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Rendering text with Direct2D & DirectWrite

, 20 Aug 2014 CPOL
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Direct2D, DirectWrite, Windows API, C++, std::shared_ptr and more

Updates

The code for Windows Development in C++, working with menus[^] contains significant new features and updates to the library.

Harlinn Windows on CodePlex[^]

Introduction

This is the first article in a series intended to illustrate an approach to safer C++ development made possible by the C++11 standard, while building our code directly on top of the Windows C and COM based APIs.

In the next article Windows Development in C++, working with menus[^] we explore the Windows API for creating and handling menus, whith an eye towards how C++11 enables a safer programming model.

The article is really much more about the programming style made possible by using std::shared_ptr<>, and other smart pointers, than it is about Direct2D and DirectWrite. The library include a set of classes that wraps the functionality of Direct2D and DirectWrite, adding a few significant features:

  • Errors are converted into exceptions
  • Transparent management of COM interface lifetimes

The demo application implements the same functionality as one of the DirectWrite SDK examples, with a significant reduction in the size of the code.

Now, those of us that develop applications that display 3D content are used to having the power of the GPU at our disposal. While it’s certainly possible to use Direct3D to display 2D content, it’s not something most of us would use to render just a few lines of text, or anything else that can easily be implemented using GDI or GDI+.

Starting with Windows Vista Service Pack 2 and Windows 7, we now have a new set of APIs that facilitate 2D rendering using the GPU called Direct2D. At the same time Microsoft introduced another new API, DirectWrite, supporting text rendering, resolution-independent outline fonts, and full Unicode text and layout support.

While the examples included with the SDK for Direct2D and DirectWrite provide the basics we need to get started with the new APIs, they are somewhat cumbersome, and it’s my hope that you’ll find the approach I’m using somewhat easier to understand.

Currently the code is at a very early stage, meaning there are certainly some rough edges and unfinished parts, but from a design perspective it’s starting to get interesting.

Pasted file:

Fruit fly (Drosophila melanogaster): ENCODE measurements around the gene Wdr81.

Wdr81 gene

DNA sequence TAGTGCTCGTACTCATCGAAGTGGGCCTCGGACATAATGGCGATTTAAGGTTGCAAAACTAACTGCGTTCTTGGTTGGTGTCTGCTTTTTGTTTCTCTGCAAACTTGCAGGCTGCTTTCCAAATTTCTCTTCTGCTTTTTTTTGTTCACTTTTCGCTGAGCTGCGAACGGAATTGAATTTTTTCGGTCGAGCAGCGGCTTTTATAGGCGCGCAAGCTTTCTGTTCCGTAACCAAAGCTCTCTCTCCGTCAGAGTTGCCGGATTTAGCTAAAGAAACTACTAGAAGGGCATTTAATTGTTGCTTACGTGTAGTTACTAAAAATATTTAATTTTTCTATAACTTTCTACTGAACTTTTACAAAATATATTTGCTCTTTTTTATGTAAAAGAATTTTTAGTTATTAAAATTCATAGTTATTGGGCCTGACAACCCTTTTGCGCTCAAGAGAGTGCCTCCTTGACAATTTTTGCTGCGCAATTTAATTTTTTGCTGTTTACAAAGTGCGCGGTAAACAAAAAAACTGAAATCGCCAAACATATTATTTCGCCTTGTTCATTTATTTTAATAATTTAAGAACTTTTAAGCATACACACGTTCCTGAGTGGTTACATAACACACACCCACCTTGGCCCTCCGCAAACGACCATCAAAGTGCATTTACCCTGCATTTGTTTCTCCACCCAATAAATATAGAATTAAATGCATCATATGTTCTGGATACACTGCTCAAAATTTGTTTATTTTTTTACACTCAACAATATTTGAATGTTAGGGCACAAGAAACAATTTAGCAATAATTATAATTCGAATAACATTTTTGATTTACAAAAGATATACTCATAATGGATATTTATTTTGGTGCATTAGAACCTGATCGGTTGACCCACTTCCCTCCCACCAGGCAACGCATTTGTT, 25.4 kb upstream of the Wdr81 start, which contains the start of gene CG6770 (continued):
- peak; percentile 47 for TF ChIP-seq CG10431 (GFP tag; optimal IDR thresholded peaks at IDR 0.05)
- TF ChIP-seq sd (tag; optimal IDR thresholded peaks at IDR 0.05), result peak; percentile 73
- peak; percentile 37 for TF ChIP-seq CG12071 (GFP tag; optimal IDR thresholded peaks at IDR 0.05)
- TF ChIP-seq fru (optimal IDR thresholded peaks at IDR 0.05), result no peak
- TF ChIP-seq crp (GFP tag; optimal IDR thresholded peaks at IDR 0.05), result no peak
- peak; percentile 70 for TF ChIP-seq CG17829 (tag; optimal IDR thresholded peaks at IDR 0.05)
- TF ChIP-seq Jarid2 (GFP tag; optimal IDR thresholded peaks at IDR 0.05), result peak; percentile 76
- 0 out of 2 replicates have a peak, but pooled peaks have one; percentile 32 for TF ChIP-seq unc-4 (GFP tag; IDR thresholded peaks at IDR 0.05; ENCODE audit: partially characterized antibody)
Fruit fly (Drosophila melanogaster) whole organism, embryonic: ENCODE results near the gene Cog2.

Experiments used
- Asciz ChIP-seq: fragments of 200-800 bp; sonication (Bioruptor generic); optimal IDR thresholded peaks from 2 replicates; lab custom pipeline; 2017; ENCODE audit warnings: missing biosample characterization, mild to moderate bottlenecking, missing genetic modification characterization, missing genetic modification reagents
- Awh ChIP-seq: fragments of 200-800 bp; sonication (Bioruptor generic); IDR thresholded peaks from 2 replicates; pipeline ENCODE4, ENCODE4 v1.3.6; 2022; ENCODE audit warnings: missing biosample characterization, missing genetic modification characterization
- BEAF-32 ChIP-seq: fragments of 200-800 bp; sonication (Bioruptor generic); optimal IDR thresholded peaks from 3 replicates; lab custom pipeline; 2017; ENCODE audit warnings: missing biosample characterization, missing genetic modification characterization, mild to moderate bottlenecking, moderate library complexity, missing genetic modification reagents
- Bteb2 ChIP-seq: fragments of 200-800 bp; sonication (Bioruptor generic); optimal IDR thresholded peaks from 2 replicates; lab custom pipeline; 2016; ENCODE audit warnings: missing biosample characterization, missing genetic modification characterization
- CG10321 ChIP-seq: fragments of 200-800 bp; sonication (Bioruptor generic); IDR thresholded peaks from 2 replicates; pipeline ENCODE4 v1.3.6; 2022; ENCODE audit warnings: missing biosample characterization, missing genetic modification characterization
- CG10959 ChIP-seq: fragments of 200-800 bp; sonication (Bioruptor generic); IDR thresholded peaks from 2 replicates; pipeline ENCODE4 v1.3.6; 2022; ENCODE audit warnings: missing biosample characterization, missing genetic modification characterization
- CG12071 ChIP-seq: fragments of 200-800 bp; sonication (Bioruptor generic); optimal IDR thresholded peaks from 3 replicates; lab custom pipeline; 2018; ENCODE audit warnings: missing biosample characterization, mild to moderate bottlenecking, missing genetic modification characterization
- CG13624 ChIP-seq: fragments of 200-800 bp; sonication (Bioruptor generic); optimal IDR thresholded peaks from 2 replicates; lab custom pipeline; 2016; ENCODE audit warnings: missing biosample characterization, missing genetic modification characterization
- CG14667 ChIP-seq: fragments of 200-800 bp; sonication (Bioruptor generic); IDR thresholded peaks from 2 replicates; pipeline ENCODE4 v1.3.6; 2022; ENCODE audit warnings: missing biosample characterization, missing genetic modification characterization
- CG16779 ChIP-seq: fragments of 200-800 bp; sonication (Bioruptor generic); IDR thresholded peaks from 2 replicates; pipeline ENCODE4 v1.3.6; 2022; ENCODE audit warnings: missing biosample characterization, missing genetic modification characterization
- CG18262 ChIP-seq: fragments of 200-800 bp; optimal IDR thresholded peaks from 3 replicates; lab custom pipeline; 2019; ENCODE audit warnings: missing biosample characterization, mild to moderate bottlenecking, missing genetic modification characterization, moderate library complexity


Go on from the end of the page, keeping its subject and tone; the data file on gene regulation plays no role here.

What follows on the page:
Wouldn’t you like your wWinMain to look like this:

int APIENTRY wWinMain(HINSTANCE hInstance, HINSTANCE hPrevInstance, LPTSTR lpCmdLine, int nCmdShow)
{
    auto application = std::make_shared<Application>();
    auto form = std::make_shared<MyForm>();
    auto result = application->Run(form);

    return result;
}

The code relies on the Boost C++ libraries, which can be downloaded from http://www.boost.org/[^], so you need to download and build it, before updating the provided projects with the include and library paths matching your installation.

Code Walkthrough

I’m sure you noticed the auto form = std::make_shared<MyForm>() statement above.

Now, std::make_shared<MyForm>() is a smart way of creating a std::share_ptr<MyForm> smart pointer to an object of the MyForm type; since it’s capable of allocating space both for the housekeeping information required for std::share_ptr<MyForm> and the MyForm object using a single allocation.

std::shared_ptr<>

The std::shared_ptr<> class template stores a pointer to a dynamically allocated object. std::shared_ptr<> guarantees that the object it points to will be deleted when the last std::shared_ptr<> pointing to it is destroyed or reset.

The implementation of std::shared_ptr<> uses reference counting, and cycles of std::shared_ptr<> instances will not be destroyed. If a function holds a std::shared_ptr<> to an object that directly or indirectly holds a std::shared_ptr<> back to the object, the objects use count will be 2, and destruction of the original std::shared_ptr<> will keep the object hanging around with a use count of 1. To avoid this kind of circular references you can use std::weak_ptr<> to reference objects back up the object hierarchy.

The MyForm class declaration looks like this:

class MyForm : public Form
{
    graphics::Factory factory;
    graphics::WriteFactory writeFactory;
    graphics::WriteTextFormat textFormat;
    graphics::ControlRenderTarget renderTarget;
    graphics::SolidColorBrush blackBrush;